WIPO Arbitration and Mediation Center
ADMINISTRATIVE PANEL DECISION
Directv, LLC v. Igor Petrenko
Case No. D2014-1317
1. The Parties
The Complainant is Directv, LLC of El Segundo, California, United States of America (“US”), represented by Quinn Emanuel Urquhart & Sullivan, LLP, US.
The Respondent is Igor Petrenko of Saint-Petersburg, Russian Federation.
2. The Domain Name and Registrar
The disputed domain name <directvargentina.com> is registered with Domus Enterprises LLC dba DOMUS (the “Registrar”).
3. Procedural History
The Complaint was filed with the WIPO Arbitration and Mediation Center (the “Center”) on August 2, 2014. On August 4, 2014, the Center transmitted by email to the Registrar a request for registrar verification in connection with the disputed domain name. On August 8, 2014, the Registrar transmitted by email to the Center its verification response disclosing registrant and contact information for the disputed domain name which differed from the named Respondent and contact information in the Complaint. The Center sent an email communication to the Complainant on August 15, 2014, providing the registrant and contact information disclosed by the Registrar, and inviting the Complainant to submit an amendment to the Complaint. The Complainant filed amended Complaints on August 18 and 27, 2014.
The Center verified that the Complaint together with the amended Complaints satisfied the formal requirements of the Uniform Domain Name Dispute Resolution Policy (the “Policy” or “UDRP”), the Rules for Uniform Domain Name Dispute Resolution Policy (the “Rules”), and the WIPO Supplemental Rules for Uniform Domain Name Dispute Resolution Policy (the “Supplemental Rules”).
In accordance with the Rules, paragraphs 2(a) and 4(a), the Center formally notified the Respondent of the Complaint, and the proceedings commenced on August 28, 2014. In accordance with the Rules, paragraph 5(a), the due date for Response was September 17, 2014. The Respondent did not submit any response. Accordingly, the Center notified the Respondent’s default on September 18, 2014.
The Center appointed James McNeish Innes as the sole panelist in this matter on September 23, 2014. The Panel finds that it was properly constituted. The Panel has submitted the Statement of Acceptance and Declaration of Impartiality and Independence, as required by the Center to ensure compliance with the Rules, paragraph 7.
4. Factual Background
The Complainant is a provider of digital satellite television services to over 50 million customers in the United States. It has expended time, effort and money in advertising, promoting and marketing its products and services since 1994. It has multiple registrations for DIRECTV as its trademark and service mark on the Principal Register of the United States Patent and Trademark Office (e.g., registration no. 2,698,197 of March 18, 2003). The Respondent registered the disputed domain name on October 4, 2012.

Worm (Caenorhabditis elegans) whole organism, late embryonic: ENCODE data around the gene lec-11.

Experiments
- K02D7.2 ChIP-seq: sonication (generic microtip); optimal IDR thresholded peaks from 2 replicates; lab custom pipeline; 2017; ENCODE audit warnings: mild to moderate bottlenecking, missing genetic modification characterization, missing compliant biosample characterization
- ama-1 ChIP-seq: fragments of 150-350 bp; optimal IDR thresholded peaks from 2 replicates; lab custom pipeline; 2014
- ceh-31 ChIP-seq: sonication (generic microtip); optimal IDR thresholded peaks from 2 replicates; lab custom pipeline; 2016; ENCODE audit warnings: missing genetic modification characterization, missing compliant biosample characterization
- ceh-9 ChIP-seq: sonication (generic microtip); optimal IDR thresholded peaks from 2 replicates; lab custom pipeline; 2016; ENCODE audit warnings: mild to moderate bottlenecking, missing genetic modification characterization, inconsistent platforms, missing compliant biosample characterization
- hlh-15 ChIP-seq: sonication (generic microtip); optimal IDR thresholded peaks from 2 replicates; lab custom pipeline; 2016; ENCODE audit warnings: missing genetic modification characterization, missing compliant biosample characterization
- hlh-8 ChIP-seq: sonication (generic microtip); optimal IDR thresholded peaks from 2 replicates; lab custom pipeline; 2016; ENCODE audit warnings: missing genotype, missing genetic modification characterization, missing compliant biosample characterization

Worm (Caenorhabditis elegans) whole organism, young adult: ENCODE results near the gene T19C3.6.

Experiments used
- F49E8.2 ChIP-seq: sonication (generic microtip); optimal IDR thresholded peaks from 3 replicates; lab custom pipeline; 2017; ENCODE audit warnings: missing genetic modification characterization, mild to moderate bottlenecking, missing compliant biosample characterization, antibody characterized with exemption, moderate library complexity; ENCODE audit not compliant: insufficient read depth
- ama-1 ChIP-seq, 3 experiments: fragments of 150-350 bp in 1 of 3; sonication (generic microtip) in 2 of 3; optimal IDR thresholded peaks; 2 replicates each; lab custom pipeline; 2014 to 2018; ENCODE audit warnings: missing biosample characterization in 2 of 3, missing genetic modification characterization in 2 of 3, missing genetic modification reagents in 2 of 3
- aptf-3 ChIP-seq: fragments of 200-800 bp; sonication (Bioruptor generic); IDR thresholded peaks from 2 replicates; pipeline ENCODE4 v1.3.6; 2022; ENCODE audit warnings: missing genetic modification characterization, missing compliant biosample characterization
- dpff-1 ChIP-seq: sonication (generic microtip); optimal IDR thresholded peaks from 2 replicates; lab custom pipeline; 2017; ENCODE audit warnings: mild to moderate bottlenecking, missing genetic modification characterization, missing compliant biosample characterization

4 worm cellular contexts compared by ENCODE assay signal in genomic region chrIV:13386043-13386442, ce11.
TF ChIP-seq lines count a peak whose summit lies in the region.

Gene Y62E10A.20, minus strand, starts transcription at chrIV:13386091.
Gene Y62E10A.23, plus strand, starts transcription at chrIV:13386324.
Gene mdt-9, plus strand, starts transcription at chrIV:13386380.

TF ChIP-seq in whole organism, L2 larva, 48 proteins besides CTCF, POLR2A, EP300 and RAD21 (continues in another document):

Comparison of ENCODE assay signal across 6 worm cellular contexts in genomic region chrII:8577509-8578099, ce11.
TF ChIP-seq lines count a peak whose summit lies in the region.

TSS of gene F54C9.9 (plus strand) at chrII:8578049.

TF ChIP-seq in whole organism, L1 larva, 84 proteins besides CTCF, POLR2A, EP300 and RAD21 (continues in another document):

The website at the disputed domain name resolves to a pay-per-click page.
5. Parties’ Contentions
(i) The disputed domain name is confusingly similar to the Complainant’s trademark, as it incorporates the mark entirely and merely adds the geographic term “argentina.” Where the disputed domain name contains the identical mark combined with a geographic location, the domain name is confusingly similar to complainant’s trademark because it suggests that the domain name is that of the trademark holder’s operations in that geographic location. Wal-Mart Stores, Inc. v. Lars Stork, WIPO Case No. D2000-0628 (finding <wal-mart-europe.com> confusingly similar to WAL-MART trademark); Inter-IKEA Systems B.V. v. Evezon Co. Ltd., WIPO Case No. D2000-0437 (finding <ikea-korea.com> confusingly similar to IKEA trademark).
(ii) As a consequence, the disputed domain name composed of the DIRECTV mark and the geographic term “argentina” is confusingly similar to the DIRECTV trademark in which the Complainant has rights.
(iii) To the best of the Complainant’s knowledge, the actual registrant Igor Petrenko holds no intellectual property rights over any mark that contains the term “directv.” The Complainant has not authorized any third party to identify itself to the public as DIRECTV or use the DIRECTV trademark in a domain name.
(iv) Finally, to the best of the Complainant’s knowledge, there is no evidence that the actual registrant Igor Petrenko, or any business he is affiliated with, is commonly known by the disputed domain name.
(v) The Complainant has not authorized anyone to register and use the disputed domain name. Accordingly, to the best of the Complainant’s knowledge the actual registrant has no rights or legitimate interests in the disputed domain name.
(vi) The Complainant has invested tremendous time, effort and expense in establishing the DIRECTV trademark and in making it famous. The registration of a domain name confusingly similar to the mark by the actual registrant, an entity with no relationship whatsoever to that mark, is sufficient evidence of bad faith registration and use. See Ebay Inc. v. Wangming, WIPO Case No. D2006-1107 (citing Centurion Bank of Punjab Limited v. West Coast Consulting, LLC, WIPO Case No. D2005-1319; Pfizer Inc. v. NA, WIPO Case No. D2005-0072; AT&T Corp. v. John Zuccarini d/b/a Music Wave and RaveClub Berlin, WIPO Case No. D2002-0440; America Online, Inc. v. Anson Chan, WIPO Case No. D2001-0004; Veuve Clicquot Ponsardin, Maison Fondée en 1772 v. The Polygenix Group Co., WIPO Case No. D2000-0163 (use of a name connected with such a well-known product by someone with no connection with the product suggests opportunistic bad faith). The strong notoriety and world renown of the Complainant’s mark makes it extremely disingenuous for the actual registrant to claim that he was unaware that the registration of the disputed domain name would violate the Complainant’s rights.